|Saturday, 16 December 2006|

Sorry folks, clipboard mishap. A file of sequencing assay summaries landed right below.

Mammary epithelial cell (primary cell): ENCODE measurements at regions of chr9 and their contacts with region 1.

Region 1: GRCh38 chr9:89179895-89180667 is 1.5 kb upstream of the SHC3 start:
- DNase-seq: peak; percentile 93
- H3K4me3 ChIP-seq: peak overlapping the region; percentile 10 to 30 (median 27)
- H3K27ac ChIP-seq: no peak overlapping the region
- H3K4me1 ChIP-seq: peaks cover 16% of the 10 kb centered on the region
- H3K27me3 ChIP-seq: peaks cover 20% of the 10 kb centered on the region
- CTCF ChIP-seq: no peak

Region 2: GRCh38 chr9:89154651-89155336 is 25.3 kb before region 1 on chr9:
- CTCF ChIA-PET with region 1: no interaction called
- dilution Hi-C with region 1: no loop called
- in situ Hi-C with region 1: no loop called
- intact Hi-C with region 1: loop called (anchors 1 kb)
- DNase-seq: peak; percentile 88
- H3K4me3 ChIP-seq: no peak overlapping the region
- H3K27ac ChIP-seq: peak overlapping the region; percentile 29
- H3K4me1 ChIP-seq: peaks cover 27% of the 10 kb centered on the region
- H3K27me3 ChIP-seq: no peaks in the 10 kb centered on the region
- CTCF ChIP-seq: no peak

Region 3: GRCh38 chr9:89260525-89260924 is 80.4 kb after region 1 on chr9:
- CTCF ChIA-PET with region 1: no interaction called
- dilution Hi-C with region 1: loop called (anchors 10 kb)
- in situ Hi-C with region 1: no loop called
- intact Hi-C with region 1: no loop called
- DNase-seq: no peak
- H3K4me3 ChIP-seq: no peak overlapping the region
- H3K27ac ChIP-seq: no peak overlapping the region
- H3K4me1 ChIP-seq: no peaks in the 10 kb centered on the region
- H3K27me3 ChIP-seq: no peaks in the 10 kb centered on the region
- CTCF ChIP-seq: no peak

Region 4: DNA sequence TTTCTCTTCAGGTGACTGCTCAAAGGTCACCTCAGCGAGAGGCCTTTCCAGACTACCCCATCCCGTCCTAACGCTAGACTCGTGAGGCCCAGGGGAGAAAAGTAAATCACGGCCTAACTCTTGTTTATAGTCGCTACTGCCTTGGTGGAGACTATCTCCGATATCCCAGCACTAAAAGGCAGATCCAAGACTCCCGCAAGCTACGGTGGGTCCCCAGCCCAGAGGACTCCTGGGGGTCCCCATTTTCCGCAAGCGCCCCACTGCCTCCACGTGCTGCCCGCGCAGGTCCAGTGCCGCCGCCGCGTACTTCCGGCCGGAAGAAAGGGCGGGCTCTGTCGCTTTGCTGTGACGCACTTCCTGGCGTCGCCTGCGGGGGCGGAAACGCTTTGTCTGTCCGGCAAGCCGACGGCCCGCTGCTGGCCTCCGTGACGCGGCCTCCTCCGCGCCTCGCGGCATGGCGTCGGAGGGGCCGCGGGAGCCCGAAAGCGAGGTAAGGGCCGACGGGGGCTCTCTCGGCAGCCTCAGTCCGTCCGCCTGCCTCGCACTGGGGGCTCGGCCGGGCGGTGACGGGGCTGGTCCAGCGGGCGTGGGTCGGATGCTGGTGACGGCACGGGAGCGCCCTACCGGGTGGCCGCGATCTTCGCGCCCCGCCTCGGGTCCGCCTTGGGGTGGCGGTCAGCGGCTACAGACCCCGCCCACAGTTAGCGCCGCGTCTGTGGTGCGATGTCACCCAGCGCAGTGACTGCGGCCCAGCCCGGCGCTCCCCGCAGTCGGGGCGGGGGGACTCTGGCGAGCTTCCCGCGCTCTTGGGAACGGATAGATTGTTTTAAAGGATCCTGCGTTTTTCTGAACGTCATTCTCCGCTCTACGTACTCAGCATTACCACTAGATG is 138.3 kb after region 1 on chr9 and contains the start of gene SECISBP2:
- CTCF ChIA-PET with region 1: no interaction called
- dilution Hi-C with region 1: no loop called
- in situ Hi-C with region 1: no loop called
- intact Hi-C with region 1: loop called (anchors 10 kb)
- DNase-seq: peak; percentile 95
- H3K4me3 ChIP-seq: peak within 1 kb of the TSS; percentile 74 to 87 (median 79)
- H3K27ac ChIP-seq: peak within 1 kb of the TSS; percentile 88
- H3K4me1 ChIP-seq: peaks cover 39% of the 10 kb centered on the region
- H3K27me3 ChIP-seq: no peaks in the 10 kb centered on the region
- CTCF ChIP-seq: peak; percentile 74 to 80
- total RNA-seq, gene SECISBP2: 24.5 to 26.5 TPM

Fuses are very important in protecting circuitry from overload conditions. Fuses are devices which, by melting of one or more of their parts intended and designed for this purpose, open the circuit by interrupting the current if the current exceeds a predetermined value for a sufficiently long period of time. They are designed to blow open at predetermined current levels and are selected based upon safety specifications designated for a particular circuit. The fusible element or fuse link is intended to melt away under the influence of a current which exceeds a particular value for a particular length of time. There are thermal fuses, mechanical fuses, spark gap surge arrestors, varistors, and other similar devices, each designed specifically as a solution to one or more extreme electrical events. Each device provides benefit in particular situations that may be greater than other types of devices. In general, an electrical fuse combines both a sensing and interrupting element in one self-contained device and is direct acting in that it responds only to a combination of magnitude and duration of current flowing through it. The fuse normally does not include any provision for making or breaking the connection to an energized circuit but requires separate devices to perform this function. A fuse is a single-phase device, such that only the fuse in the phase or phases subjected to overcurrent will respond to de-energize the affected phase or phases of the circuit that is faulty. After having interrupted an overcurrent, it is replaced to restore service. Currently, two basic types of fuses are employed, the expulsion fuse and the current limiting fuse. Each type employs a fusible element designed to melt when a current of a predetermined magnitude and duration passes through the element. The expulsion type fuse interrupts overcurrents through the deionizing action of gases that are liberated when the fusible element melts. An expulsion fuse typically employs a relatively short length of a fusible element contained within a tubular enclosure that is part of a larger assembly known as a fuseholder. The enclosure used in the expulsion type fuse is lined with an organic material. Interruption of an overcurrent takes place within the fuse by the deionizing and explosive action of the gases which are liberated when the liner is exposed to the heat of the arc that is created when the fusible element melts in response to the overcurrent. The operation of the expulsion-type fuse is characterized by loud noise and violent emission of gases, flame and burning debris, all of which pose a danger to personnel who may be in close proximity to the fuse when it operates. Because of its violent mode of operation, this type of fuse has generally been restricted to outdoor usage only. The current-limiting type interrupts overcurrents when the arc that is established by the melting of the fusible element is subjected to the mechanical restriction and cooling action of a sand filler that surrounds the fusible element. A current-limiting fuse typically consists of one or more silver wire or ribbon elements of a required length which are electrically connected at their ends to a pair of electrical terminations. The assembly is placed in a tubular housing that is made of a highly temperature-resistant material, and the housing is then typically filled with high-purity silica sand and sealed.